British fashion retailers will switch their spending firepower to technology from the high street in 2017 after online shopping became the key driver of sales growth over the all-important festive period.
Marks & Spencer is investing in apps, its website and logistics, while spending 350 million pounds (S$618 million) over five years to close 10 per cent of clothing and home space.
Department store John Lewis said it was cutting staff bonuses in part to enable it to invest in its online operations after 40 per cent of its Christmas sales came from the web.
And Next, which failed to keep up with rivals for a second Christmas in a row, will spend 10 million pounds to improve its online operations and marketing.
"They will have to invest in infrastructure and it will weigh on margins, but if you get it right you have a profitable online business," said one large institutional investor in UK retail who asked not to be named due to company policy. "And you can engage on multiple platforms."
The renewed drive in technology comes as British web-only players ASOS and Boohoo continue to race ahead, helping Britons to embrace online shopping more quickly than their European cousins.
And the pressure is relentless. ASOS, with nearly 5 million active users in the UK, said it would increase its own capital expenditure to keep ahead of the pack after it posted 18 per cent UK sales growth in the four months to the end of the year.
Boohoo grew British sales by 31 per cent in the same period.
Online sales have been booming in Britain for years, with ecommerce accounting for nearly a quarter of all purchases in December, according to the British Retail Consortium.
In the 52 weeks to Dec. 18, overall fashion sales fell 2 per cent, according to market research firm Kantar Worldpanel, while pure online players grew 7 per cent as fashion lovers snapped up goods through simple apps on their mobile.
While trading updates show that traditional retailers grew their sales by selling additional goods to customers picking up online orders in store, the move online also brings new challenges such as the high number of goods that are returned.
The signs of the change can be seen across the country, on small high streets where independent shops have shut - hurt by high business rates - and on the stock market where the share price of Boohoo has jumped by 500 per cent in two years.
Pick-up lockers at railway stations and petrol pumps mean parcels can be picked up at any time, while changing rooms in standalone sites in the centre of towns allow purchases to be tried on and instantly sent back if not wanted, making it as easy to shop online as it is to wander down a high street.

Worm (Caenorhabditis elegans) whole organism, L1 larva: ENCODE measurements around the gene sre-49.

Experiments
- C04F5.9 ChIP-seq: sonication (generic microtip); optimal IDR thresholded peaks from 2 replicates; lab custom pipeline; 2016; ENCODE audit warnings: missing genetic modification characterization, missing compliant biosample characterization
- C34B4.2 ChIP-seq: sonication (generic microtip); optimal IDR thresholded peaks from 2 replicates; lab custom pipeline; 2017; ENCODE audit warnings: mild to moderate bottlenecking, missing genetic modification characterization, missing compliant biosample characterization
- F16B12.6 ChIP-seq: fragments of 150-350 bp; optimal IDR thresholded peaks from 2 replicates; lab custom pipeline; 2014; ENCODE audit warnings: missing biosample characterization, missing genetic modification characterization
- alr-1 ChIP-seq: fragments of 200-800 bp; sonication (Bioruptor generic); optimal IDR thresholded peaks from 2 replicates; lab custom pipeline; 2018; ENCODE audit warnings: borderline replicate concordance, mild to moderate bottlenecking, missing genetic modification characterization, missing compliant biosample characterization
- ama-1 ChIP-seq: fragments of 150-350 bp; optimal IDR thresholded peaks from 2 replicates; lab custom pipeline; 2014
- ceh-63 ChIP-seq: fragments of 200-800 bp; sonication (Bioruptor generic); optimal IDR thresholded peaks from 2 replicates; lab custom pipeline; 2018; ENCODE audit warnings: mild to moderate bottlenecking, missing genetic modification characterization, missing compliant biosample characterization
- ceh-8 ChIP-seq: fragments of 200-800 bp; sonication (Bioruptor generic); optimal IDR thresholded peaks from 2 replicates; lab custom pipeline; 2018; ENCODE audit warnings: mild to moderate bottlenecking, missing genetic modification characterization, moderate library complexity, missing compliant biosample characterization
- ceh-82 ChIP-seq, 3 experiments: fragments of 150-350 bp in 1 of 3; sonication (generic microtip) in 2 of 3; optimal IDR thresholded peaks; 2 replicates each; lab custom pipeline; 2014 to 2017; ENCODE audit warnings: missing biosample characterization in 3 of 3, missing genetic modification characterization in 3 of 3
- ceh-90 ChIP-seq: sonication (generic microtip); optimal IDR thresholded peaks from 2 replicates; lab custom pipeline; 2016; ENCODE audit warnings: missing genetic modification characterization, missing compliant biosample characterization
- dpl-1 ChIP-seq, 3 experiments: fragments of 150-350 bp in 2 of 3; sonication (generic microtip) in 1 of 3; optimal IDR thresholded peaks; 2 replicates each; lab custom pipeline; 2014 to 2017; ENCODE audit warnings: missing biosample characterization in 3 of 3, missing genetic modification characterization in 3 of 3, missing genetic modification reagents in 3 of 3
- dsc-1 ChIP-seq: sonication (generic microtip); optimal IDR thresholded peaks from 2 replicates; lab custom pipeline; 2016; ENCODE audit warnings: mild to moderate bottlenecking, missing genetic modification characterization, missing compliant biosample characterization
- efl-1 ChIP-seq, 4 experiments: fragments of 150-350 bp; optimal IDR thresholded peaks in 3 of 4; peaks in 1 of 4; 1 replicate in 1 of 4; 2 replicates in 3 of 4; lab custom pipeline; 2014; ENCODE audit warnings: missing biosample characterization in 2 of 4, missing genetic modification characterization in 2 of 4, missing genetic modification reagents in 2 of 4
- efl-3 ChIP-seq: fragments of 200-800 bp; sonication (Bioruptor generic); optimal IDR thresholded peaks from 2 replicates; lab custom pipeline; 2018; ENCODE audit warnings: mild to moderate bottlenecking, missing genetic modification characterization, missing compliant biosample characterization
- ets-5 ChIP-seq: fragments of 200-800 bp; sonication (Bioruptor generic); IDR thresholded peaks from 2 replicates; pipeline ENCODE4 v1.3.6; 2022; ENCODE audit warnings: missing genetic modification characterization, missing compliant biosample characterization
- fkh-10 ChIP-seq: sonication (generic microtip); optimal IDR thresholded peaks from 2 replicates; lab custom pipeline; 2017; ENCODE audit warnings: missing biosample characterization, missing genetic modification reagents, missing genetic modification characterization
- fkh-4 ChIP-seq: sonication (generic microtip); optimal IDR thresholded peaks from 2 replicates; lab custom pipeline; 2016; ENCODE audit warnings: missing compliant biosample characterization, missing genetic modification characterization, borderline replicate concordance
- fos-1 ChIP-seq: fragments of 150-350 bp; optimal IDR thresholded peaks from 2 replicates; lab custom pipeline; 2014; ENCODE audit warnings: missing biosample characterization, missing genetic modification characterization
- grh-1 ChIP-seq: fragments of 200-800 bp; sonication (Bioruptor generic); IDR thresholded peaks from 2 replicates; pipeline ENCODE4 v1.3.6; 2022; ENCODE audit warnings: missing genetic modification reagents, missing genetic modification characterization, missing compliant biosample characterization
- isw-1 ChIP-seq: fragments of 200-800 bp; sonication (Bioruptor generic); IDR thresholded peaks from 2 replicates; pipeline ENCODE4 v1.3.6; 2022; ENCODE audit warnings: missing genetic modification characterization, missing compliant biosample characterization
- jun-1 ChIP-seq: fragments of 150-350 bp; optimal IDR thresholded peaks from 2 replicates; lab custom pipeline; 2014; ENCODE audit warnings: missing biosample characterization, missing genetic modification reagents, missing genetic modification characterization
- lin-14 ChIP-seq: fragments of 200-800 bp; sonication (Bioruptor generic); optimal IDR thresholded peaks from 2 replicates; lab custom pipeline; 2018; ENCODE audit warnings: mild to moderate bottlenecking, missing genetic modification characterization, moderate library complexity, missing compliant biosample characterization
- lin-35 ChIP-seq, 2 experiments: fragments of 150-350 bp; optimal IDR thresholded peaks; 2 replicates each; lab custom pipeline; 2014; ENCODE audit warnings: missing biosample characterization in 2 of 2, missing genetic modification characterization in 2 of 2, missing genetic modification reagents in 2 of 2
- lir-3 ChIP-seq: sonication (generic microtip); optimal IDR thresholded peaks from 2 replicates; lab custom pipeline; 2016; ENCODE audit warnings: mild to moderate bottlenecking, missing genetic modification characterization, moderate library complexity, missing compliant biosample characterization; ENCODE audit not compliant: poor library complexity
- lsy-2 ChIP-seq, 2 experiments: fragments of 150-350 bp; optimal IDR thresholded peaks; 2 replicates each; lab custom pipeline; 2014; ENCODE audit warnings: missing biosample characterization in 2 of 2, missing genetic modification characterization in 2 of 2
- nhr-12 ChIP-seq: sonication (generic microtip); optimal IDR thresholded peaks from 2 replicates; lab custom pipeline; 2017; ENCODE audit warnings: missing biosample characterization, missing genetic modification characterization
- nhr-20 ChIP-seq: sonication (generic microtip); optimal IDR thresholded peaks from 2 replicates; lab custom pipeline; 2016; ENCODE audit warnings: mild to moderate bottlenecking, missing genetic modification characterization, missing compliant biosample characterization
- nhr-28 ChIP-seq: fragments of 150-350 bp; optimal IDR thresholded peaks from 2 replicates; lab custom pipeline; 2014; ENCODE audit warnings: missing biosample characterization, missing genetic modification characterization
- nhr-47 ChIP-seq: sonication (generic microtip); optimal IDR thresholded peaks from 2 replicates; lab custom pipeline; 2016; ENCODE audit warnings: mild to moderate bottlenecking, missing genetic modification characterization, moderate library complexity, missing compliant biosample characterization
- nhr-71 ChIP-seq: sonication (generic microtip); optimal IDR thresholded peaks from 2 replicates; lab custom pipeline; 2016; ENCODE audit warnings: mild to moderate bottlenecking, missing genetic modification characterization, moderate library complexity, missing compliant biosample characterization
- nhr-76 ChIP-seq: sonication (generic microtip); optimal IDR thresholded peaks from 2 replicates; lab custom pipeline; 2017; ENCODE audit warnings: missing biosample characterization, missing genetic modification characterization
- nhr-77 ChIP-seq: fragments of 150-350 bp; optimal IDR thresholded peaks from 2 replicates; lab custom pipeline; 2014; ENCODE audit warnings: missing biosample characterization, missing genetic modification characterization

The industry estimates that around 30 per cent of womenswear items bought online are returned.
Traditional retailers have harnessed the web by persuading customers to pick up online-ordered goods instore, forcing firms to speed up delivery logistics and increase storage space in their shops. "The role of the shop does change," said Charlie Mayfield, chairman of the employee-owned John Lewis Partnership.
"We are still opening shops but we will be opening fewer going forward and we will be investing more in changing existing shops so they can fulfil that different role more."
The 133-year-old Marks & Spencer, which has struggled for years to grow its clothing business, beat forecasts for Christmas trading as investment in its app for iPad and mobile devices helped boost online sales.
More than 60 per cent of all goods sold online were picked up in store - known as click and collect. Seeking to adapt the business to meet the new demand, its said in November it would not return additional cash to shareholders in the second half.
Debenhams, Britain's No. 2 department store chain, also beat forecasts as those customers shopping online and in-store spent about two and a half times more than a shopper in one place.
The group, which appointed Sergio Bucher as CEO in October, is set to unveil its plans for the future in April and analysts at Liberum have said that could entail higher spending.
And Britain's biggest department store John Lewis, one of the leading retailers online over the last 15 years, said it would speed up its internet strategy after 40 per cent of its Christmas sales came from the web, up from 36 per cent last year.
"You might have expected to see a slowdown in the rate of growth but it has basically continued on the same trajectory,"Mayfield said. "And we've got very good data which shows the relationship between shops and online sales is strong." But the cost to transform the business is clear, with operating profit down 31 per cent in the six months to end July.
John Lewis said trading profit would come under pressure this year and the need to invest, plus the weaker pound, meant staff bonuses would be "significantly" lower.
Thomson Reuters data shows that 2017 full-year pretax profit at M&S and Debenhams is also expected to fall around 18 and 12 per cent respectively.
Despite the high costs, the experience of retailer Next shows that the big names have little choice but to follow their online peers if they want to remain competitive.
Next will invest to improve its website and online marketing in a recognition that it may have fallen behind the standard of some competitors, where sites carry more content including video and numerous photographs to show how an item would look.
"If it's not convenient and the check out process is not good or you don't portray the product in the right way, then people will just open up another app and order somewhere else,"the institutional investor said. "It's as simple as that these days."